Nutrition plays a vital role in maintaining good health. Healthy eating patterns and regular physical activity support normal growth and development and energy balance. Healthy eating is also associated with a lower risk of obesity and chronic diseases such as type 2 diabetes, hypertension, heart disease, and many forms of cancer. Many Americans have diets of poor quality, are overweight or obese, and are sedentary. The factors that contribute to these problems are complex and thus, comprehensive, interdisciplinary research is needed.
In addition to basic science and clinical nutrition research, the NIH research portfolio includes innovative research to develop and disseminate effective individual and population-level dietary behavior change strategies for diverse populations. NIH nutrition research activities also strengthen the scientific evidence base that underpins federal dietary guidance policy through the Dietary Guidelines for Americans. Federal nutrition education and assistance programs, consumer dietary guidance materials, and many health and wellness initiatives that target places where Americans live, learn, and work are based on these guidelines.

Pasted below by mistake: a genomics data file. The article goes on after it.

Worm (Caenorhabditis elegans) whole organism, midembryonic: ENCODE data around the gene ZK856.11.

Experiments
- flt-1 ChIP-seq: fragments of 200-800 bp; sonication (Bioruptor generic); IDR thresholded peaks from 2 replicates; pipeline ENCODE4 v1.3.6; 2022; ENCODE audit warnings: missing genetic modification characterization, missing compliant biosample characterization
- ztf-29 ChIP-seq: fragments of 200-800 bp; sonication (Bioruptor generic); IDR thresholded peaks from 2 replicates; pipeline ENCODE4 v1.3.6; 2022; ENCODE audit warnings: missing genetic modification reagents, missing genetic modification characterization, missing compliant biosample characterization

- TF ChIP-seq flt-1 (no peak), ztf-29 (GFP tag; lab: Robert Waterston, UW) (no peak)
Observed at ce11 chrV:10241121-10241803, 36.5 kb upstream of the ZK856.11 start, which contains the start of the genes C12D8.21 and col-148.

The NIH nutrition research portfolio supports public health by providing the scientific evidence base to improve health and nutritional status. For example, NIH research has improved our understanding of healthy eating patterns, the role of foods and nutrients, dietary supplements, and the microbiome in human health, and environmental influences on diet, physical activity, and health. The NIH supports biomedical research and training in nutrition as it relates to the basic sciences, human development, and disease prevention and treatment. This Research Highlight on nutrition provides examples of research activities and programs across the NIH as well as recent scientific advances and resources that have been developed by the NIH and numerous federal partners. For information about obesity prevention research, please see the Prevention Research Highlights on Obesity.